Article by Charles E. Harris Jr.
Book chapter in Philosophy and Engineering: Reflections on Practice, Principles and Process.
Edited by Diane P. Michelfelder, et al. Published by Springer.
An important distinction in engineering ethics is between preventive ethics, which consists of guidelines for preventing harm to the public, and aspirational ethics, which consists of guidelines and motivating considerations for using one’s professional expertise to promote human well-being. Preventive ethics is stated in rules and is considered mandatory for all members of a profession. Aspirational ethics allows the professional more discretion in determining what it involves and when and how it is implemented. While preventive ethics must continue to be an important part of professional ethics in engineering, aspirational ethics should be given a more prominent place.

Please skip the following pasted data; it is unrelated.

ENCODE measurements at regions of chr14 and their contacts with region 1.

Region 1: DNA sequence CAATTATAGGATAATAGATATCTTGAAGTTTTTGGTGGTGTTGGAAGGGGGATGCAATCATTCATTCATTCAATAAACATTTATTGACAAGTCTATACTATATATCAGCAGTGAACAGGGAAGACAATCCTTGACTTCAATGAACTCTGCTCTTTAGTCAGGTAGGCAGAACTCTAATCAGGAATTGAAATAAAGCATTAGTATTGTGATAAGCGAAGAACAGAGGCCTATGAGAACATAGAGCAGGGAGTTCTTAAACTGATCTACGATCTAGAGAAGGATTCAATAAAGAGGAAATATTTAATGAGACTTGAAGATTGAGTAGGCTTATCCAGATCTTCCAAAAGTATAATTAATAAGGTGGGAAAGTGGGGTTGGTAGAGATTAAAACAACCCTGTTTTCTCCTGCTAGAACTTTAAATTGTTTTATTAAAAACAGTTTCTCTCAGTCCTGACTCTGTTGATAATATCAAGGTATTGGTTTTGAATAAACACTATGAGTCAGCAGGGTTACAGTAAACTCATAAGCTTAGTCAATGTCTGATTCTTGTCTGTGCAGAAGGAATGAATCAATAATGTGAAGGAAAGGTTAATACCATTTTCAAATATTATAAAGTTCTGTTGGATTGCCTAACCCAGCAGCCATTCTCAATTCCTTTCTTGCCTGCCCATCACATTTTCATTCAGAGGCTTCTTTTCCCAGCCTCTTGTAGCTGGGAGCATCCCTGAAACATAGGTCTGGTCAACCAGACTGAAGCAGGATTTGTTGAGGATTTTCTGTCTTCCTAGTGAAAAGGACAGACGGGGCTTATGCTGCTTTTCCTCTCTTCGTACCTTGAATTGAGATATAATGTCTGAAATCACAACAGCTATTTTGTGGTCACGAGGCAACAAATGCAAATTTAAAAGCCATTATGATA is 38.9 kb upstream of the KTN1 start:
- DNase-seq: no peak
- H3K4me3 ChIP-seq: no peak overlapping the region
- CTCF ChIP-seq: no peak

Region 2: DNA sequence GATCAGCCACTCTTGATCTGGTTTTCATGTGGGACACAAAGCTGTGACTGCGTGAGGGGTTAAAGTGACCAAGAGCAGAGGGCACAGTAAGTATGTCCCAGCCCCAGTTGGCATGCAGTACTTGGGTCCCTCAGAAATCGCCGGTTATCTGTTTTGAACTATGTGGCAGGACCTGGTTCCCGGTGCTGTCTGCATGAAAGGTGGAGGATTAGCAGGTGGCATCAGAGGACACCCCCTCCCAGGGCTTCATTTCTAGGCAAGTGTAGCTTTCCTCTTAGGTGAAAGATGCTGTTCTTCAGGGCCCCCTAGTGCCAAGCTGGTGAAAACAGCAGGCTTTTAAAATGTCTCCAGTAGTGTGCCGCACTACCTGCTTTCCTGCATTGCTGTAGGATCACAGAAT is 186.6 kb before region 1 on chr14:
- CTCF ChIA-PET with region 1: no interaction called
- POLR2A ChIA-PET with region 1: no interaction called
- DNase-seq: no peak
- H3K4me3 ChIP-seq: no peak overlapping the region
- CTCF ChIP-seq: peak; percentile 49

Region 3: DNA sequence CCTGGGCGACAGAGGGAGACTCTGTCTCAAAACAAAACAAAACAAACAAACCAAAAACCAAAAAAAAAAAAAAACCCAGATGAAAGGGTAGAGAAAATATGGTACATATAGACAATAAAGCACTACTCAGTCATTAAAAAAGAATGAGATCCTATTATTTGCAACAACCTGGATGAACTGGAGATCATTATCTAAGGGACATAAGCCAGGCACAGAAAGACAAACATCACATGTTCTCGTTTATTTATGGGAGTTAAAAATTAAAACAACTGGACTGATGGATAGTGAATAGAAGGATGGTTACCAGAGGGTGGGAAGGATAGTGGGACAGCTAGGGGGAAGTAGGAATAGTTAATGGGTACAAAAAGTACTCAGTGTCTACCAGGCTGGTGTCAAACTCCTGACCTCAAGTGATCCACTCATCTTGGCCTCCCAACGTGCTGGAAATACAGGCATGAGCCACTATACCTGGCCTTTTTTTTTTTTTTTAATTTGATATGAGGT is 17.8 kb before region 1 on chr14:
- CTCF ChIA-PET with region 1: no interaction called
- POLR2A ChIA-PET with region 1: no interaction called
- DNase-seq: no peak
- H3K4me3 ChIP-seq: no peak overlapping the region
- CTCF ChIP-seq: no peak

Four types of action falling in the category of aspirational ethics can be distinguished, based on their increasingly direct focus on promoting human well-being.
- Acts Exhibiting Exemplary Professional Excellence
- Supererogatory Preventive Acts
- Good Works
- Altruistic Engineering Acts
Four virtues can be identified as having special importance in motivating and guiding aspirational ethics:
- Aspiration to professional excellence
- Respect for nature
- Techno-social sensitivity